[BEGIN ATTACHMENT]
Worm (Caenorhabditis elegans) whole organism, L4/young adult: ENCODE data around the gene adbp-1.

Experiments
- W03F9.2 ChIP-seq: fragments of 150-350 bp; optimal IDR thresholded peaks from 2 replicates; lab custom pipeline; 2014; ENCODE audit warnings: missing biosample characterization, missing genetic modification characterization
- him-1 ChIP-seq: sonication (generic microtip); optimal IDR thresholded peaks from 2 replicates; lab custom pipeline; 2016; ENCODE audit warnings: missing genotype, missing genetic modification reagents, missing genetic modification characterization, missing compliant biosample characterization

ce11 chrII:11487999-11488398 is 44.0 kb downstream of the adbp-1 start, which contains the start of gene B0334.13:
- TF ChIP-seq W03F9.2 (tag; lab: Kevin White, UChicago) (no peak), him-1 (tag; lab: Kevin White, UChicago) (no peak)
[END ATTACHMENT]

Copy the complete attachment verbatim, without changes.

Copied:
Worm (Caenorhabditis elegans) whole organism, L4/young adult: ENCODE data around the gene adbp-1.

Experiments
- W03F9.2 ChIP-seq: fragments of 150-350 bp; optimal IDR thresholded peaks from 2 replicates; lab custom pipeline; 2014; ENCODE audit warnings: missing biosample characterization, missing genetic modification characterization
- him-1 ChIP-seq: sonication (generic microtip); optimal IDR thresholded peaks from 2 replicates; lab custom pipeline; 2016; ENCODE audit warnings: missing genotype, missing genetic modification reagents, missing genetic modification characterization, missing compliant biosample characterization

ce11 chrII:11487999-11488398 is 44.0 kb downstream of the adbp-1 start, which contains the start of gene B0334.13:
- TF ChIP-seq W03F9.2 (tag; lab: Kevin White, UChicago) (no peak), him-1 (tag; lab: Kevin White, UChicago) (no peak)